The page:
So getting back to the question: does it matter to you that Blender is unlikely to be the backbone of Pixar’s next mega-release? Are you personally going to be creating a major animated feature in the next two to three years? If not, chances are that the wealth of features shipping in Blender 2.8 will be more than enough to cover even your most ambitious projects.
Now if you’re dedicated to pursuing a career in animation, you may want to look a little closer at professional tools like Maya, Cinema 4D, or 3D Studio Max. But if it’s just you, or you and a small team, why not save money on the software licenses and spend it on GPUs to get your masterpieces to render faster?
It’s all the same Siggraph paper
There’s an old joke in the industry when several companies add the same new filter or effect to their software: “It’s all the same Siggraph paper.” Every year computer graphics researchers at universities and corporate R&D groups release papers outlining new techniques for doing everything from optical flow video tricks to a better raytracing recipe. And very often software companies will take the algorithms in those papers and implement them in their software.
So it’s very possible that the high-end features in the Blender toolset are just as sophisticated as the comparable offerings from commercial animation packages. After all, they’re probably implementing the same (or similar) algorithms. Now how they expose the tool to the end user in terms of UI and UX is another matter.
If you’re not already invested, it’s time to blend
If you’re already paying for 3D animation software, you most likely have more than money invested in it. You have muscle memory and a working knowledge of the interface. So ‘free’ is relative if it means investing work hours in learning a new application. For everyone else, now is a great time to learn Blender.
These days creating pretty 3D animation is much easier than it used to be. After watching the free, twenty minute tutorial from moviola.com (below) you should have more than enough knowledge to put together an infographic or simple event recreation, perfect for generating B-roll to fill a slot where you lack live action footage.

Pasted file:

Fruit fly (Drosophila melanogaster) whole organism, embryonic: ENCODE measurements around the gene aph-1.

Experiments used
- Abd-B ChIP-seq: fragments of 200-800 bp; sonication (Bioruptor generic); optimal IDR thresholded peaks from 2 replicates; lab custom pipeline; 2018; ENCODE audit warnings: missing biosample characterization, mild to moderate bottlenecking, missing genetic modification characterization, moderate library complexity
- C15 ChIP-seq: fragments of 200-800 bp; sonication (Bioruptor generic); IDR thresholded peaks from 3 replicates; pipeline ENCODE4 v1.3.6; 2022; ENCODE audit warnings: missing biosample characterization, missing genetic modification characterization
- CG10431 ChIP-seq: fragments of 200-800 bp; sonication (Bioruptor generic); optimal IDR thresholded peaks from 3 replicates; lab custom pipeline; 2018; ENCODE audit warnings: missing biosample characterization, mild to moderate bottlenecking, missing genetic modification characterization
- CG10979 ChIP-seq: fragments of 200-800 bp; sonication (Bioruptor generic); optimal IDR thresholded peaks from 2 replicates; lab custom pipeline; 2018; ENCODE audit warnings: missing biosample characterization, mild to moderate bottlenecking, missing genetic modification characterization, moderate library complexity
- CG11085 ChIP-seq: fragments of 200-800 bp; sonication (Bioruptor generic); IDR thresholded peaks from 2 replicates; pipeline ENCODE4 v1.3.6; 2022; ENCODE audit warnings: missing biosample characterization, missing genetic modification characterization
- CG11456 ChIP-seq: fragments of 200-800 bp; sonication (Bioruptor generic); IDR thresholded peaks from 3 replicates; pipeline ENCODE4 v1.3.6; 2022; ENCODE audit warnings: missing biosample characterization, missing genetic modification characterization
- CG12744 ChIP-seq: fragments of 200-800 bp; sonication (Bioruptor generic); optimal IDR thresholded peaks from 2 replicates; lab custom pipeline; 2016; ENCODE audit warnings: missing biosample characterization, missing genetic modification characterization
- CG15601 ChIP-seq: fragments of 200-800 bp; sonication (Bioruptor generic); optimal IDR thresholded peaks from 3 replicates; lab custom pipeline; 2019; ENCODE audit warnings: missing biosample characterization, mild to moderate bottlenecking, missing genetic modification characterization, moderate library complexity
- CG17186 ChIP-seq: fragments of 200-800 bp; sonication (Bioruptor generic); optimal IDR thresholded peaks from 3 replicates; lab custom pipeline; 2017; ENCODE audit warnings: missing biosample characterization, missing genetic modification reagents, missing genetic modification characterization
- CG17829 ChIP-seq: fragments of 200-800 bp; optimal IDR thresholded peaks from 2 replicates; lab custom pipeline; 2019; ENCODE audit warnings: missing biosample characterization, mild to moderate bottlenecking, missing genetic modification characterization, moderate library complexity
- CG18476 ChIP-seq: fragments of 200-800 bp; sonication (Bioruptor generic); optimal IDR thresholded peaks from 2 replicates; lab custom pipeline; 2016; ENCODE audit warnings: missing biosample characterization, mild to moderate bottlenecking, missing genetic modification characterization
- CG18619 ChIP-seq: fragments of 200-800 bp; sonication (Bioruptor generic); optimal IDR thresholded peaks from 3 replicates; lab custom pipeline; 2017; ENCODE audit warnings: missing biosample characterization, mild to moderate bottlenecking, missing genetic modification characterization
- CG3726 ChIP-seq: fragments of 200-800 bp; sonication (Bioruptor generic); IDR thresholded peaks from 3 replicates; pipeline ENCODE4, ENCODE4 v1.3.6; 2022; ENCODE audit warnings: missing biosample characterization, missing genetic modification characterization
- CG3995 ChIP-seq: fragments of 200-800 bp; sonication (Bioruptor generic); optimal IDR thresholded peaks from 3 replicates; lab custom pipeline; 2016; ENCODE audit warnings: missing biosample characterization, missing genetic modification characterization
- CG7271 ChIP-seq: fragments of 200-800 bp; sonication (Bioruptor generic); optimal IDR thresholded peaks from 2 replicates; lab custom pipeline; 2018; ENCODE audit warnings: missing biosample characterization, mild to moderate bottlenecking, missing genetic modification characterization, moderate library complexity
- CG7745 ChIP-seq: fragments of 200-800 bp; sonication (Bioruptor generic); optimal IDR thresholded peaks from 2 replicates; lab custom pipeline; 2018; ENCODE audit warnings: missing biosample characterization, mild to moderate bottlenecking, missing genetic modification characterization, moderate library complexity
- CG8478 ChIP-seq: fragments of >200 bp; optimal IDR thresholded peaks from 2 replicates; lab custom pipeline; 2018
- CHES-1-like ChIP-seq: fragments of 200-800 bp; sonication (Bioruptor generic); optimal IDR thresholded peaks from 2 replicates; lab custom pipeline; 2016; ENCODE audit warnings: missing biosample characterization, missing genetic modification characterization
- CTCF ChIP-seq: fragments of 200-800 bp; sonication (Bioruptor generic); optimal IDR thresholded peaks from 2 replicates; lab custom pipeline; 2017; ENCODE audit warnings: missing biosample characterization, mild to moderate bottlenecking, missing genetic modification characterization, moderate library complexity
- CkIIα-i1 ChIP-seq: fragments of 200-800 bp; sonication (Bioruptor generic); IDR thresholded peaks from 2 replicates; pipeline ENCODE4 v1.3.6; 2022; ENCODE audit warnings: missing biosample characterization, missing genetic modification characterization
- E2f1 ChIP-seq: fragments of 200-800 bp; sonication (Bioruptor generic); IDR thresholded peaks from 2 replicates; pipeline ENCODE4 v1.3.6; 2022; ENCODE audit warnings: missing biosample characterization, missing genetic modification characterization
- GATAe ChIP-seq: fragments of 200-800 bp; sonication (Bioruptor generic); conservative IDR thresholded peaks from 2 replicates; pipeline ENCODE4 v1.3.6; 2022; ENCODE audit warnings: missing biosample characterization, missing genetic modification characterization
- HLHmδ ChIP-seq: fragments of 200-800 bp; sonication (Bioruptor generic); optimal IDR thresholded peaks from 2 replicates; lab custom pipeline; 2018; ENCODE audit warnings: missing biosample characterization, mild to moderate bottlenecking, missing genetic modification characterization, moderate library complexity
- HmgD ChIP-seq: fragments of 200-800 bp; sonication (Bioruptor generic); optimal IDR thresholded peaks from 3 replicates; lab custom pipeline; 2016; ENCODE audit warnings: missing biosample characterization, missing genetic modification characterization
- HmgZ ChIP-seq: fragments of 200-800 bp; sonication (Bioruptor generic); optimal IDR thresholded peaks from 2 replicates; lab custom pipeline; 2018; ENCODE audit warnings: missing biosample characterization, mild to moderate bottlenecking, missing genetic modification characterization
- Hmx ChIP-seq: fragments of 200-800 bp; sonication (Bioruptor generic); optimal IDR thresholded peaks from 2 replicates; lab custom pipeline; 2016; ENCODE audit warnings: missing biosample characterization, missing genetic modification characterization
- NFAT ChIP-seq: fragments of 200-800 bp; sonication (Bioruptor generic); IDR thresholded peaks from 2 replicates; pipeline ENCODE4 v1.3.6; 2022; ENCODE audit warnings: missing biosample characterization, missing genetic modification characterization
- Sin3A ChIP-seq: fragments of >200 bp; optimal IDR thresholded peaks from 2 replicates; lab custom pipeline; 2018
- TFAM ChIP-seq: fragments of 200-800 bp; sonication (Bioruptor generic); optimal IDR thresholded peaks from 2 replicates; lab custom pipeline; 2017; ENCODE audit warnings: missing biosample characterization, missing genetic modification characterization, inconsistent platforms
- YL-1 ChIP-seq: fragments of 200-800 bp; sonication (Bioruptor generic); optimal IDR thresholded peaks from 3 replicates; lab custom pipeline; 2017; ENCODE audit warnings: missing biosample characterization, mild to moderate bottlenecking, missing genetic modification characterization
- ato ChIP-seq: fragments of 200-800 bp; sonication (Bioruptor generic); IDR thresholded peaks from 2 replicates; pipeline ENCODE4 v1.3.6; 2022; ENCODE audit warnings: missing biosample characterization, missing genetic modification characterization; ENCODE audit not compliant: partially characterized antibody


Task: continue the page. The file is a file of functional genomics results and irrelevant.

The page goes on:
To do or not to undo
I can’t in good conscience conclude this article without mentioning what I see as the Achille’s heel of Blender: Undo. For most tasks undo works just great. But if you start to build bigger scenes with lots of objects, it starts to become cripplingly slow. My understanding is that Blender actually caches the entire scene file into memory as an undo state, so undoing is effectively reloading a previous version of the scene from RAM. (Feel free to correct me in the comments if I’m wrong about this.)
Now if you’re doing fairly simple animations, you’ll most likely never notice this. If you’re trying to create an animated short with backdrops and the like, you almost certainly will. And we’re not talking 8-10 seconds delay, we’re talking potentially a minute or more.
“I’m sure they’ll fix that soon, now they have all that extra funding,” I had someone comment to me on the Siggraph show floor this year. Really? As someone who has personally made the mistake of trying to implement an undo system after the fact, let me assure you that the undertaking is not trivial. It’s painful and mind-bending. And given the sheer size of the Blender codebase and feature set, well…I don’t envy the poor developers assigned to that task. I won’t place bets on it, but I can’t see the undo system being magically fixed any time soon.
Learn Blender in 30 minutes or it’s free
OK, so it’s all free anyway; both the software and the training in this case. If you want to ramp up as quickly as possible on Blender, check out the moviola.com Survival Guide below. Once you’ve watched the guide, you should have the fundamentals down and you can then mine YouTube for the techniques that are needed for your specific project.